Q: I just recently found out my 14-year-old has stolen makeup more than once from different stores. I caught her this past weekend, and she said she did it once, but I went through her bedroom and found makeup stashed in a pillow, and I know I didn’t buy it. She gets straight A's in school, and I thought she was a trustworthy person. I just don’t know what to do.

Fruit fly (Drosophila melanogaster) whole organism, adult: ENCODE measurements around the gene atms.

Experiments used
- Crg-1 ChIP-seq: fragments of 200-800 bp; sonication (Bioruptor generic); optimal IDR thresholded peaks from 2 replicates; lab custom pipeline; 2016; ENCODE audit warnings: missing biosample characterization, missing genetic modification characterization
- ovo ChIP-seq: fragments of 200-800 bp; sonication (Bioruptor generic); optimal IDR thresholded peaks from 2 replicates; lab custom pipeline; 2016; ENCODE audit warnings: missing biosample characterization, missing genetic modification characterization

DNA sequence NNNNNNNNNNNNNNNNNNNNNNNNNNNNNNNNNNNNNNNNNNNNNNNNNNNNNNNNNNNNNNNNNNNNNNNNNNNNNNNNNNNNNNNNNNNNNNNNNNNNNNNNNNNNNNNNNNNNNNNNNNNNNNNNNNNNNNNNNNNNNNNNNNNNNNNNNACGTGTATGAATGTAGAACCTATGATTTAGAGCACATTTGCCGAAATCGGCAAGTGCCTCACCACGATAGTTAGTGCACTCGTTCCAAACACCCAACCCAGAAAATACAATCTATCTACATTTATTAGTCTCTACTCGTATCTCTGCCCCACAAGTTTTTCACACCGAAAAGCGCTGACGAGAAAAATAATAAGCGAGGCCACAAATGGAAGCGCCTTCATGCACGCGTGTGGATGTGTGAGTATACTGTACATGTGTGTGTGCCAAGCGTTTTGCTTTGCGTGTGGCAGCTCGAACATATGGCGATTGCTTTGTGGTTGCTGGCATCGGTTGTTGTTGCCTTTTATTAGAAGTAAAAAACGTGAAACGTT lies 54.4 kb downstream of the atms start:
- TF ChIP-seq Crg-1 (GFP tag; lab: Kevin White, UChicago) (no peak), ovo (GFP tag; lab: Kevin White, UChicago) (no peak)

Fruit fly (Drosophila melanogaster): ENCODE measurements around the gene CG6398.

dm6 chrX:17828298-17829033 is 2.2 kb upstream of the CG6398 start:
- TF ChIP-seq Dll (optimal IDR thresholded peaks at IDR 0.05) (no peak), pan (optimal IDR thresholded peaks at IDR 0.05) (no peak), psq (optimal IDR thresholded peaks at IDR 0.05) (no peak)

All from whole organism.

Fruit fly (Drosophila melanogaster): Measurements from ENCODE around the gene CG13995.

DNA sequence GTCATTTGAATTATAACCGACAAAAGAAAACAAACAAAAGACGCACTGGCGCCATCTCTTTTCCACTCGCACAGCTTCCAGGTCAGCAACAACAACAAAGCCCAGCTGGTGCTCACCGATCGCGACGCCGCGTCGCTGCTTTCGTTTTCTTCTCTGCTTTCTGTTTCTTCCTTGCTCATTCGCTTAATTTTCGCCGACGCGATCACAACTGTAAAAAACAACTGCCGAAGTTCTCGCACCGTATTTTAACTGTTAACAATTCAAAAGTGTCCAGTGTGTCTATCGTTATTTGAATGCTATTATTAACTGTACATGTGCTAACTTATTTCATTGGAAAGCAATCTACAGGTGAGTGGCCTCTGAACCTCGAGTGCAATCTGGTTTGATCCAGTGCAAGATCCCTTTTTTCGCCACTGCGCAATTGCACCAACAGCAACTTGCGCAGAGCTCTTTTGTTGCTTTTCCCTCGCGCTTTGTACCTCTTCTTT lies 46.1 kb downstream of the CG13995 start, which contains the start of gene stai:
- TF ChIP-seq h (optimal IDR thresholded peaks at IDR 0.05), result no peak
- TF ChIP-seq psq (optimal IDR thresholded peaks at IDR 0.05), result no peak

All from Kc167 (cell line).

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Dawn Davenport 0:00